Throughout the first half of the nineteenth century, New York City was the center for the manufacture of high-style furniture in the United States. The Meeks firm, run by three generations of the family from 1797 until 1869, was one of the principal furniture establishments in the city. Large and prolific, Meeks produced good to excellent quality furniture in most revival styles and expanded its markets beyond New York.
Joseph Meeks was born on September 4, 1771, in New York or New Jersey. He was one of eight children of Captain John Meeks (1739-1817) and Susanne Helene Marie de Moulinars (1745-1823). According to oral tradition, three of Joseph's Meeks ancestors-Edward, John, and Joseph Meeks-immigrated to New York City from Wales in the seventeenth century. The Moullnarses appear to have been French Huguenots who had immigrated to New York City by 1718 and settled in New Rochelle, New York, by 1726.
Joseph Meeks probably apprenticed under his father, who identified himself in his will as a 'Turner of The City and County of New York" In 1797 at age twenty-six, Joseph established the Meeks cabinetmaking firm on lower Broad Street with his brother Edward. In 1800 the brothers separated. The reason for this separation is not known, but it may be related to Joseph's marriage to Sarah Clark Van Dyk on June 29, 1800. For the next ten years Joseph operated alone under his own name.
The American economy began to decline sharply following the passage of the NonImportation Act in 1806 and the Embargo Act in 1807. Although the commercial isolation of the United States tended to stimulate some domestic manufacturing, the general recession made life very difficult for small businesses. Therefore, perhaps it is not surprising that Joseph Meeks's name is absent from the New York City directories in 1811, 1812, and 1813. He may have worked for another cabinetmaker during these years, or perhaps took a brief leave from cabinetmaking. The city directories identify him as a chocolate maker in 1814 and 1815, and as a chocolate maker and cabinet-maker-from 1816 through 1818.
In 1819 Joseph Meeks appears to have become fully reestablished in the furniture trade, promoting himself as a cabinetmaker through 1825 and as a cabinet-and chairmaker from 1826 until 1828. From 1819 through 1828 he ran the business at 43 Broad Street in a modest two-story shop that had limited storage and work space.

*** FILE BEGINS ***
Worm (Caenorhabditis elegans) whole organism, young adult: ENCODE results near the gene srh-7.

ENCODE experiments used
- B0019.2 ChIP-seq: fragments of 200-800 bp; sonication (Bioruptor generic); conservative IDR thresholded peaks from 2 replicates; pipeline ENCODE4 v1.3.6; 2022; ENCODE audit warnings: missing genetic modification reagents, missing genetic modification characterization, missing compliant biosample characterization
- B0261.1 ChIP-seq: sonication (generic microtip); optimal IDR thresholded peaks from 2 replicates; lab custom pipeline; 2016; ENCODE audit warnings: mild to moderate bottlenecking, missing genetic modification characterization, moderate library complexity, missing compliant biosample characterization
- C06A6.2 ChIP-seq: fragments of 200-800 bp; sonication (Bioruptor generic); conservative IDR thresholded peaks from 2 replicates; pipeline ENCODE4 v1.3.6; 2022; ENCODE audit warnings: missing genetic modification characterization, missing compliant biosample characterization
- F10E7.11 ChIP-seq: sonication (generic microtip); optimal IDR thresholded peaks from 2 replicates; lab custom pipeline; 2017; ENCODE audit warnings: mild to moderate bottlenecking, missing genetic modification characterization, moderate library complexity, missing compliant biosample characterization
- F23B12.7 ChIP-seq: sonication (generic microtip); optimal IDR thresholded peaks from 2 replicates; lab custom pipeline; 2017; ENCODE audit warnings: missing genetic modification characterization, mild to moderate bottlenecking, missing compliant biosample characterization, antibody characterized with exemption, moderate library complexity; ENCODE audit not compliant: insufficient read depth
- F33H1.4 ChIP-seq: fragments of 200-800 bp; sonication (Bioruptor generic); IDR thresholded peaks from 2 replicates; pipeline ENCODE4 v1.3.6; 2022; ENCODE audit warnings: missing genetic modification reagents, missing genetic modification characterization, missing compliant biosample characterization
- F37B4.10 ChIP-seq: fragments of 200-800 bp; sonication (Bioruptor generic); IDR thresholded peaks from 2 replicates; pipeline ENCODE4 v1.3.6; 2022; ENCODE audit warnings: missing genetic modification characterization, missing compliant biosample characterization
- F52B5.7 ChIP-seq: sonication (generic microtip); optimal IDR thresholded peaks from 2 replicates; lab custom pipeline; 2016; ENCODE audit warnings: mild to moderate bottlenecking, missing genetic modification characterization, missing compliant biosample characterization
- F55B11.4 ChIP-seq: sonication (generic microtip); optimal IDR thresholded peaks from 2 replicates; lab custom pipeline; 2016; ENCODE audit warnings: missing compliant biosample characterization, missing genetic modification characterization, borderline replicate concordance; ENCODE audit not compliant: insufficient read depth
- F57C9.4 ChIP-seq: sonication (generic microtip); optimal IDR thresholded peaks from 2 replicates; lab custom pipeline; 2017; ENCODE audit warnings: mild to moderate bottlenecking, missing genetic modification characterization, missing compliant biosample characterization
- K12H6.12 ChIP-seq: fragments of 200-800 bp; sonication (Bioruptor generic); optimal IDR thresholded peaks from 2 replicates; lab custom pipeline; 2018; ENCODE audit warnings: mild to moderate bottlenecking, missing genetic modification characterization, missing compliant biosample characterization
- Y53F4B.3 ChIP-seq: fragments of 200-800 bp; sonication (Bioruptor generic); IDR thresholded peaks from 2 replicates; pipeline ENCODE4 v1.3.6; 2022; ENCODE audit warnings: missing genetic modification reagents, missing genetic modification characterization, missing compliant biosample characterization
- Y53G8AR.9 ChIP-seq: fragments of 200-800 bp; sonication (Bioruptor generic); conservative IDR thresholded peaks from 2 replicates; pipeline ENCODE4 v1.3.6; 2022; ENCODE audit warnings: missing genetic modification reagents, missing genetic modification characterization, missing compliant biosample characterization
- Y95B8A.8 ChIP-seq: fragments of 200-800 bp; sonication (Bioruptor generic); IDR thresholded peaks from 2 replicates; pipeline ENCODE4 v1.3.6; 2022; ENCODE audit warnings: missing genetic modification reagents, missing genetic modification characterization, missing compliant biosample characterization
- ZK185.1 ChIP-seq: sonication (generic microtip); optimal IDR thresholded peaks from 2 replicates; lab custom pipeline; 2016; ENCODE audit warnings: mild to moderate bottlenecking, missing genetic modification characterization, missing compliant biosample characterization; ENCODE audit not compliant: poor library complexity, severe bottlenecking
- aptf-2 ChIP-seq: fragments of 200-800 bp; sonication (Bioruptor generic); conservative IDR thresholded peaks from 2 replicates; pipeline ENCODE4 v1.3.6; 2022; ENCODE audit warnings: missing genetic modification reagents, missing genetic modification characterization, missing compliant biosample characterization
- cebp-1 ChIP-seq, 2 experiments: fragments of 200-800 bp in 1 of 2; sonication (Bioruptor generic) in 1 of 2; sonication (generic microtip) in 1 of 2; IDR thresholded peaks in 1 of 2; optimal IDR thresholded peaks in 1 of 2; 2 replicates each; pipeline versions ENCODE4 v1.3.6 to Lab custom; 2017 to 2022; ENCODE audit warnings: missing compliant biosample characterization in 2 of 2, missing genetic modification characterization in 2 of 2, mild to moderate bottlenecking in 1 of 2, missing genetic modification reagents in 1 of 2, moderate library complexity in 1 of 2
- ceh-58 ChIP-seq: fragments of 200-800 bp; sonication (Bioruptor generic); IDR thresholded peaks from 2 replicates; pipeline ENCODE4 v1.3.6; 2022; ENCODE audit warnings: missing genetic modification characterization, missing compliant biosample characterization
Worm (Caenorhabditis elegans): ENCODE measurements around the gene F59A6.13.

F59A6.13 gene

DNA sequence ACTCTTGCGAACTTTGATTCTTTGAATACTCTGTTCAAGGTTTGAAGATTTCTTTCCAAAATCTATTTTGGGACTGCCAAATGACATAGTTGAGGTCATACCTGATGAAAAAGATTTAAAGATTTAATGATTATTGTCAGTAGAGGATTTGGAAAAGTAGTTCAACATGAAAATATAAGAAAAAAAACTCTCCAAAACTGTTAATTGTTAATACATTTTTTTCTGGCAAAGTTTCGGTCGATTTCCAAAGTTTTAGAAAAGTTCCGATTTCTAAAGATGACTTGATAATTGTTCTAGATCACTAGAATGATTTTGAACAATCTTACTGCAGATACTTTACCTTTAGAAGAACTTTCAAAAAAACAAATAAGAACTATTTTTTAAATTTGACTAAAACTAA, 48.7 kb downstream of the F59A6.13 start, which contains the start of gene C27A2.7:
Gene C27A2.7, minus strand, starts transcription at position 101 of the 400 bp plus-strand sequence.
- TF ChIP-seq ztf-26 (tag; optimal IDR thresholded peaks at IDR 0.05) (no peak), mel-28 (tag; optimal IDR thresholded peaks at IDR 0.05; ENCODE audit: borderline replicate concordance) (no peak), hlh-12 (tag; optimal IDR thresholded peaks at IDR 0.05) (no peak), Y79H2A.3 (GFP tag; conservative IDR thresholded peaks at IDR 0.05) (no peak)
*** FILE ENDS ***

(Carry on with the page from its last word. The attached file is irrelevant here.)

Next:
As early as 1798, Meeks had begun to develop markets in the South for his furniture. Because of protectionist policies passed by Congress starting in 1789 and the disruptive War of 1812, the South found itself cut off from European imports, thus creating demand for northern goods. Recognizing these opportunities, cabinetmakers in New York, Philadelphia, and Boston began to market their wares aggressively in the South as early as the 1790s. In 1798, only one year after establishing his business in New York City, Meeks began exporting his furniture to Savannah. Unlike most craftsman who shipped their merchandise, Meeks made short trips there with his wares in hand. An advertisement in the Columbian Museum and Savannah Advertiser of March 6,1798, is the earliest document to record his activity in the city.
The earliest and only known documented commission received by the Meeks firm before 1828 is recorded in a receipt dated May 15, 1805, from Joseph Meeks to the estate of Henery Whitman for a mahogany coffin. (The earliest known description of the firm's product line comes from the advertisement in the Louisiana Gazette of November 22, 1820, which includes a lengthy list of articles from Meeks's New York line, including:
Sideboards and Beaureaus, Elegant armors, Ladies dressing tables, Writing desks & tables, Dressing tables in setts, Drinking tables, Breakfast and card tables, Mahogany bedsteads, elegantly carved and maple bedsteads, Clocks and cases, Wash and candlestands, A few dozen of the first quality Windsor chairs, And some other articles in the line.
This furniture inventory shows that a variety of forms were available in different quality levels. For instance, a customer had the option of purchasing a bedstead in maple or mahogany, left plain or embellished with carving. These options offered a broad price range for a single form, the most expensive choice being carved mahogany This concept of variety established by Joseph Meeks early in the firm's history is characteristic of its later product lines, and became a recurring theme in the history of the Meeks firm.
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